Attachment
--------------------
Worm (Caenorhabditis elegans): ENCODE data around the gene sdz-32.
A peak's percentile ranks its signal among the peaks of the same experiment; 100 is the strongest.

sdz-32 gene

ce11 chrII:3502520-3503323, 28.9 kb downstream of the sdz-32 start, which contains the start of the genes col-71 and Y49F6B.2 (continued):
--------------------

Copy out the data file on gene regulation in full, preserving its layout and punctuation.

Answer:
Worm (Caenorhabditis elegans): ENCODE data around the gene sdz-32.
A peak's percentile ranks its signal among the peaks of the same experiment; 100 is the strongest.

sdz-32 gene

ce11 chrII:3502520-3503323, 28.9 kb downstream of the sdz-32 start, which contains the start of the genes col-71 and Y49F6B.2 (continued):